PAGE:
Gary McRobb and Eric Fairclough did not walk the floor.
Not officially. Not really.
Sure, they started researching their options, soft-shopping their resumes, if you will. But, apparently, they told leader Todd Hardy about their intentions.
Both of them did.
In doing so, they finessed a difficult situation into a winner.
After LibCon David Emerson’s opportunistic stunt, walking the floor is, at best, a controversial move.
Nevertheless, this situation was very different.
Both McRobb and Fairclough are vacillating prior to an election. Voters will have a chance, soon, to accept or reject their decision.
Both are good constituent workers, and few believed either would lose their seat in the next election, so they’re not acting to better their situation.
This was, clearly, a disagreement about the direction of the NDP under Hardy.
There are three clear choices in the next election. Fairclough and McRobb didn’t like the newly refurbished camp they found themselves in.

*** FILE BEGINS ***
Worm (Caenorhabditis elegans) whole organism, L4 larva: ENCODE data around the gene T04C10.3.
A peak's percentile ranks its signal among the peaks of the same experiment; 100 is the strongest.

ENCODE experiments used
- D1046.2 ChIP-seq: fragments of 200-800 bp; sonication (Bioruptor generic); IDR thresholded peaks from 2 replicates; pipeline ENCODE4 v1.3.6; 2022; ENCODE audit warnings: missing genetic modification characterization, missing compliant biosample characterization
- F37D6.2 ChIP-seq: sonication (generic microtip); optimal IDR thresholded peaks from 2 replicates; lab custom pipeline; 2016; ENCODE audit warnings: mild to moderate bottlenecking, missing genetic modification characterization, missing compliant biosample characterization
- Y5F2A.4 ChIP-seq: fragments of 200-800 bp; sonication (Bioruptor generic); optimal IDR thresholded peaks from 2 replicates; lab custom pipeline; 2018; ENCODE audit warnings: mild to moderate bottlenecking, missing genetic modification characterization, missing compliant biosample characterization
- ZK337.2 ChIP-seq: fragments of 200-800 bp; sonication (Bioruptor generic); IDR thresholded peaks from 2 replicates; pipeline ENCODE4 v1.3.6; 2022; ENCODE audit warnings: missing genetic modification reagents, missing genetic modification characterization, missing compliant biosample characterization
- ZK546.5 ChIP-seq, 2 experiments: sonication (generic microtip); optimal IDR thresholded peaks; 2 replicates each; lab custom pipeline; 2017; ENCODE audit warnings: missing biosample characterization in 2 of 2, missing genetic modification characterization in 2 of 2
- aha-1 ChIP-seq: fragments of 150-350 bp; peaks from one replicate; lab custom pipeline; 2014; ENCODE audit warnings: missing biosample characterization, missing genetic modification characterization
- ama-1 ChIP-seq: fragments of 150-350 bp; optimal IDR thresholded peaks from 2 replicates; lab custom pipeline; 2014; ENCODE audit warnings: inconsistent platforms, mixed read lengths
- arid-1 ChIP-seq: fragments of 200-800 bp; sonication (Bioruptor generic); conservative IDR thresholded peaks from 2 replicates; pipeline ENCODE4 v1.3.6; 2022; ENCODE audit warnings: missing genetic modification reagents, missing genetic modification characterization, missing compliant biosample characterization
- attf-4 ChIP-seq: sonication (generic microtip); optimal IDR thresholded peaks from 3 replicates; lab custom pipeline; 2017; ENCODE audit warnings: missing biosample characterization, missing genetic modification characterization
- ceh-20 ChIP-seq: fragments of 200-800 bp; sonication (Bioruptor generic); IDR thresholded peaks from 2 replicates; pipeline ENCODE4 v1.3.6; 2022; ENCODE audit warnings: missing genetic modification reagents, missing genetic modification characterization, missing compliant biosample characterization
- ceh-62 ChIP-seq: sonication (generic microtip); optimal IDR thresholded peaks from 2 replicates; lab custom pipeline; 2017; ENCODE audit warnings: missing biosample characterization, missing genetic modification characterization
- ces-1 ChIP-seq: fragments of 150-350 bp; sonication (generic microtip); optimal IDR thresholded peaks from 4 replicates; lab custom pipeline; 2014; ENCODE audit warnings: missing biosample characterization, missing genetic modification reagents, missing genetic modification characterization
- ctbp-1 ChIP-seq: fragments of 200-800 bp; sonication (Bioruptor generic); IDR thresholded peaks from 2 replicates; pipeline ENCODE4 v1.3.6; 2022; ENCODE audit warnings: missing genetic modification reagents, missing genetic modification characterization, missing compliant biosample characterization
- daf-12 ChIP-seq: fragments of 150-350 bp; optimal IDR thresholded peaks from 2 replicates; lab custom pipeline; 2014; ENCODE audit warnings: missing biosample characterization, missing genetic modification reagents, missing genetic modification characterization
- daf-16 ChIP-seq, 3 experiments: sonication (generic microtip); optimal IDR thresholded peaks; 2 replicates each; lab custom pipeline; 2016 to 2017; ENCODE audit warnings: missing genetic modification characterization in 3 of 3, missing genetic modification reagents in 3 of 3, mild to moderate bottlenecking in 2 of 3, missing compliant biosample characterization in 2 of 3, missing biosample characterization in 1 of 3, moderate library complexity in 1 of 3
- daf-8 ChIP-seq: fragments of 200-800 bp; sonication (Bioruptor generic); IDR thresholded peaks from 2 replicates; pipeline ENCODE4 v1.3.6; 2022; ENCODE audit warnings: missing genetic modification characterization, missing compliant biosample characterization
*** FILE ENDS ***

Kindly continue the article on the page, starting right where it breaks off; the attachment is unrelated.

So they had to leave.
And, if planned, the manipulation of the dispute was a beautiful play on McRobb and Fairclough’s part.
Monday’s letter to Kluane constituents forced Hardy to eject McRobb from the New Democratic Party.
That expulsion saved McRobb from the taint of a walk.
And once McRobb was ejected, Hardy had no choice but to treat Fairclough the same way.
Now, both Fairclough and McRobb can assert they didn’t walk, perhaps never intended to. And they can criticize Hardy for being unreasonable and hasty.
Hardy has been badly wounded in an election year.
And that puts the New Democratic Party executive in a difficult spot.
Over the next couple of weeks, it will assess its options.
Holding a leadership review is one.
But Hardy has worked hard rebuilding the party’s leftist street cred.
It is clearly an alternative to the centre-straddling Liberals and the right-leaning Yukon Party — that’s part of the reason why Fairclough and McRobb left.
Hardy has cast the party as champion of safer communities.
He has grown as Opposition leader while remaining true to the party’s principles.
Despite the difficulties of the last week, he deserves the right to take his experiment to the polls.
The Yukon needs clear choices. It currently has them.
Now, bring on the election. (RM)